In 2016, the Town of Rome in Adams County became the 96th community in the state to be officially recognized as a Bird City. Since 2016, Rome has annually submitted applications and been approved for renewed recognition under Sustained Flight status.
Once the bed of a glacial lake, Rome’s landscape consists of spectacular sand barrens and rolling pines. Home to the endangered Kirtland's Warbler, Whooping Crane, Clay-colored Sparrow, and Karner blue butterfly, Rome is a prime destination for nature enthusiasts and birders.
Richard Wagner, an avid birder and a resident of Adams County, spent much of the 2020 season birding in Rome and surrounding area. Birding was ideal during the pandemic due to the socially distanced nature of the activity.
Wagner shares: “I birded Adams quite a bit last year after moving back from Asia and the emphasis on the local during this pandemic. About four months into 2020, I saw in eBird that a well-known name in Wisconsin birding, the Rev. Samuel Robbins, Jr., author of Wisconsin Birdlife: Population and Distribution Past and Present, had a 219 year in 1955, so for kicks I set out to try to beat it, as I had a decent foundation for a Big Year from the first four months.” (A “219 year" refers to documenting 219 different species of birds throughout the calendar year.)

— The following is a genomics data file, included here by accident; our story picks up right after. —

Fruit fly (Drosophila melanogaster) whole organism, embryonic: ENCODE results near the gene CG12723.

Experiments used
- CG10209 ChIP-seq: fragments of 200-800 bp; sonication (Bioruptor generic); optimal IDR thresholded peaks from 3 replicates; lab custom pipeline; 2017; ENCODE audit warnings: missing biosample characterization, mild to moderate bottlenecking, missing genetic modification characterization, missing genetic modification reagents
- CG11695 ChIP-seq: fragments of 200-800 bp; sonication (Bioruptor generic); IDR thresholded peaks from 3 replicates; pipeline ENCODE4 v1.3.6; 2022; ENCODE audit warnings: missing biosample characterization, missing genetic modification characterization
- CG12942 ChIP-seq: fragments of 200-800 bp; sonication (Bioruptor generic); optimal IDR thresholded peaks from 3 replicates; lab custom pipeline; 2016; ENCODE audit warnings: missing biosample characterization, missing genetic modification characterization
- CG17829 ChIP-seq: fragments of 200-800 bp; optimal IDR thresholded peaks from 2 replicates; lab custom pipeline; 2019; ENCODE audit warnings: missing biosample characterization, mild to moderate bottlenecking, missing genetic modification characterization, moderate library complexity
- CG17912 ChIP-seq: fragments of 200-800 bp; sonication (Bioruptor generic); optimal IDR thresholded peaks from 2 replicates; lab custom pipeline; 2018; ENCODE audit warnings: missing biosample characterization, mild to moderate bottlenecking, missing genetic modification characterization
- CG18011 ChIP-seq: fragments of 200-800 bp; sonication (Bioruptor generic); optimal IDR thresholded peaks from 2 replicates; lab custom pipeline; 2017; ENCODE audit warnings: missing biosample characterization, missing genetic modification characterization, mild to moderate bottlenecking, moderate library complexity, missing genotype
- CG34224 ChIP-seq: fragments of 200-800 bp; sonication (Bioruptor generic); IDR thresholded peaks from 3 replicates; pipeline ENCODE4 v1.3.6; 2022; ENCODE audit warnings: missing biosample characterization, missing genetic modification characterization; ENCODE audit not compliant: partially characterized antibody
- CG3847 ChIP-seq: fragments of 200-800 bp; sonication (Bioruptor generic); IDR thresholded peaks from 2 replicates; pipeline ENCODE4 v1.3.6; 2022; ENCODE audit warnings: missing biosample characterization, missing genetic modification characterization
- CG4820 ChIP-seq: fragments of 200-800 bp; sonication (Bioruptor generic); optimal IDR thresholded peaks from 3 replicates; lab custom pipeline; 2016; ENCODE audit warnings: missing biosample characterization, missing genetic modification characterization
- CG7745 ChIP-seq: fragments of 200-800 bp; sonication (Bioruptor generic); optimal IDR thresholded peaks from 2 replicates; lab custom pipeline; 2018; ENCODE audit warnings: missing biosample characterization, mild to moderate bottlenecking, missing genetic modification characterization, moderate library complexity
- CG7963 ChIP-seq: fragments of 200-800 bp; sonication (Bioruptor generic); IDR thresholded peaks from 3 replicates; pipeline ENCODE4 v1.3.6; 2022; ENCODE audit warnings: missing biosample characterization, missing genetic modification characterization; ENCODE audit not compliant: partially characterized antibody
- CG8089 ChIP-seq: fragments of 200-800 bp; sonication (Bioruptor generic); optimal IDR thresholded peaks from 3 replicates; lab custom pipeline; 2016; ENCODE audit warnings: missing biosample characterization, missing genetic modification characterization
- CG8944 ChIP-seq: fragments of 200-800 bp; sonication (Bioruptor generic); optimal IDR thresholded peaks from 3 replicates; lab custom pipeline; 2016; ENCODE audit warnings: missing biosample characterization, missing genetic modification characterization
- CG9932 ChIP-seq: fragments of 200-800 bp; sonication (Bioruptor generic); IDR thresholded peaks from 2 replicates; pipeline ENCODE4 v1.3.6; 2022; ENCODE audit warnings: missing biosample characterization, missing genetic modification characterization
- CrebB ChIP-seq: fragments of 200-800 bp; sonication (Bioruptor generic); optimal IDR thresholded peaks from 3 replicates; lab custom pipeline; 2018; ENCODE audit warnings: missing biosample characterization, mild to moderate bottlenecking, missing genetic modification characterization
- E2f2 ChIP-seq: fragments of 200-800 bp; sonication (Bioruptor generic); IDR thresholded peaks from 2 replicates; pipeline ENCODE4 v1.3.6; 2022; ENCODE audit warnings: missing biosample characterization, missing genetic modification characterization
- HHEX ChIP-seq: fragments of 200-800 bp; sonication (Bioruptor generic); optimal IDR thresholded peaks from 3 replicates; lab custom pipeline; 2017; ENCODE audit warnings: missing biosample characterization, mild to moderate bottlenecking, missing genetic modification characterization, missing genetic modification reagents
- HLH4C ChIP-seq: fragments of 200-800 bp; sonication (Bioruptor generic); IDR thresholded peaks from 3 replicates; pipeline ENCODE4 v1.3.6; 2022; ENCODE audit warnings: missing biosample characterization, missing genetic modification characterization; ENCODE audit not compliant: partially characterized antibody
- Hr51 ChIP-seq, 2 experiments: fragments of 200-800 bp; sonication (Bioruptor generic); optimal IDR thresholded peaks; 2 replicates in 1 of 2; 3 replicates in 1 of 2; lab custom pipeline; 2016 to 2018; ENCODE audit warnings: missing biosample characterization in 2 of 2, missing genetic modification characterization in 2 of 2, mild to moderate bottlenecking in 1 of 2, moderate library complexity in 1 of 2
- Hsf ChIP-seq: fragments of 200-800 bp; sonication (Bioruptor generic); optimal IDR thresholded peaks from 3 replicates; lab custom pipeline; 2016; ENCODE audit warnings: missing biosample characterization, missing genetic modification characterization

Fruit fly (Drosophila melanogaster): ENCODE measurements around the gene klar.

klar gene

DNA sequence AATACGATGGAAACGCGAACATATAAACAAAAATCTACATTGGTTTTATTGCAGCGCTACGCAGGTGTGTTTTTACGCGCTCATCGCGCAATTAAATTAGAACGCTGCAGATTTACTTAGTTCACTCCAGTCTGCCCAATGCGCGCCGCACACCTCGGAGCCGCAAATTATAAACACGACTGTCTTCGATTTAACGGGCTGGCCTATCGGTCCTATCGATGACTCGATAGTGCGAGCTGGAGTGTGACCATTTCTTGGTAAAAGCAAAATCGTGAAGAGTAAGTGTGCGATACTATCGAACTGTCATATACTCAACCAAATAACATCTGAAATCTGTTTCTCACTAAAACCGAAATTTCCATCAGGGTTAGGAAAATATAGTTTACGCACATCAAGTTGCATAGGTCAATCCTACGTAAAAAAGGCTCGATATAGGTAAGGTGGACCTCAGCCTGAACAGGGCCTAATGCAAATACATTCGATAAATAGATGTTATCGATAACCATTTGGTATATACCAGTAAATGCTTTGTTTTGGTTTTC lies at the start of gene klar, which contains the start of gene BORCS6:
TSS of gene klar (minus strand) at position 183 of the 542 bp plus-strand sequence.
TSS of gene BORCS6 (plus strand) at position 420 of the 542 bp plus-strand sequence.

Wagner set the ambitious goal of beating Robbins’s historic 1955 record for Adams County. Logging each bird viewed and the locations, Wagner documented his bird sightings, many of them in Rome Township.
“I got to 220 just as the sun was setting on Dec. 31 (an immature Northern Goshawk on Akron Drive)," Wagner says, "sort of strange how that stuff happens.”
Although many scheduled Rome birding events were canceled due to COVID-19, the Sand Valley Restoration Trust was able to hold its third annual Christmas Bird Count on Dec. 16. Thirteen surveyors counted a total of 1,258 birds of 34 different species.
Photo: Immature Northern Goshawk, Catalonia, Spain (Wikimedia Commons).